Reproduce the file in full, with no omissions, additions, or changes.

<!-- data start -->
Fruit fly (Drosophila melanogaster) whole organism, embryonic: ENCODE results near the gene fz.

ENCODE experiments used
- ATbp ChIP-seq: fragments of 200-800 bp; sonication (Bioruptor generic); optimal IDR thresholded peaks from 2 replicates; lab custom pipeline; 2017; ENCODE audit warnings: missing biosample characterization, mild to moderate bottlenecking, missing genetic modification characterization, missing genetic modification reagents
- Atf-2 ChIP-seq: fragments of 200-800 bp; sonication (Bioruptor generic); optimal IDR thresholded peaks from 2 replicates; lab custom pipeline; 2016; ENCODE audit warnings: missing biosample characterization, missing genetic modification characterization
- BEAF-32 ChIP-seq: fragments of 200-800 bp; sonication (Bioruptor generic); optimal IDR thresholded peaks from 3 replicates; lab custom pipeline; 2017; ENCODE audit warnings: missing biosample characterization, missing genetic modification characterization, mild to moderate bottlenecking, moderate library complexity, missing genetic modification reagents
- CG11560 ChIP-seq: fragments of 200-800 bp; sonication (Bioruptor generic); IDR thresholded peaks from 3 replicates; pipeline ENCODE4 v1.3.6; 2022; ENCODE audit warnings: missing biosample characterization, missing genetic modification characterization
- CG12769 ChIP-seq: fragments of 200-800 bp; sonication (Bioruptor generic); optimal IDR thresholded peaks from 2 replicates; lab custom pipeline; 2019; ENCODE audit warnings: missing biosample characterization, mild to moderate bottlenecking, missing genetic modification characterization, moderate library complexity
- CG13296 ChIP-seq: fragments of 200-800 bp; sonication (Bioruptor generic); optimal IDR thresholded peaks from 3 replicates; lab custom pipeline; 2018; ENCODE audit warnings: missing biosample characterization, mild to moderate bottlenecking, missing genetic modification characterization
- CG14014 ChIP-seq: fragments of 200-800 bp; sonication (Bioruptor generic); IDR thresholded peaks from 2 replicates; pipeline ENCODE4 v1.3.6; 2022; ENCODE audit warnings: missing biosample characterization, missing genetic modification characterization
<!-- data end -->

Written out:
Fruit fly (Drosophila melanogaster) whole organism, embryonic: ENCODE results near the gene fz.

ENCODE experiments used
- ATbp ChIP-seq: fragments of 200-800 bp; sonication (Bioruptor generic); optimal IDR thresholded peaks from 2 replicates; lab custom pipeline; 2017; ENCODE audit warnings: missing biosample characterization, mild to moderate bottlenecking, missing genetic modification characterization, missing genetic modification reagents
- Atf-2 ChIP-seq: fragments of 200-800 bp; sonication (Bioruptor generic); optimal IDR thresholded peaks from 2 replicates; lab custom pipeline; 2016; ENCODE audit warnings: missing biosample characterization, missing genetic modification characterization
- BEAF-32 ChIP-seq: fragments of 200-800 bp; sonication (Bioruptor generic); optimal IDR thresholded peaks from 3 replicates; lab custom pipeline; 2017; ENCODE audit warnings: missing biosample characterization, missing genetic modification characterization, mild to moderate bottlenecking, moderate library complexity, missing genetic modification reagents
- CG11560 ChIP-seq: fragments of 200-800 bp; sonication (Bioruptor generic); IDR thresholded peaks from 3 replicates; pipeline ENCODE4 v1.3.6; 2022; ENCODE audit warnings: missing biosample characterization, missing genetic modification characterization
- CG12769 ChIP-seq: fragments of 200-800 bp; sonication (Bioruptor generic); optimal IDR thresholded peaks from 2 replicates; lab custom pipeline; 2019; ENCODE audit warnings: missing biosample characterization, mild to moderate bottlenecking, missing genetic modification characterization, moderate library complexity
- CG13296 ChIP-seq: fragments of 200-800 bp; sonication (Bioruptor generic); optimal IDR thresholded peaks from 3 replicates; lab custom pipeline; 2018; ENCODE audit warnings: missing biosample characterization, mild to moderate bottlenecking, missing genetic modification characterization
- CG14014 ChIP-seq: fragments of 200-800 bp; sonication (Bioruptor generic); IDR thresholded peaks from 2 replicates; pipeline ENCODE4 v1.3.6; 2022; ENCODE audit warnings: missing biosample characterization, missing genetic modification characterization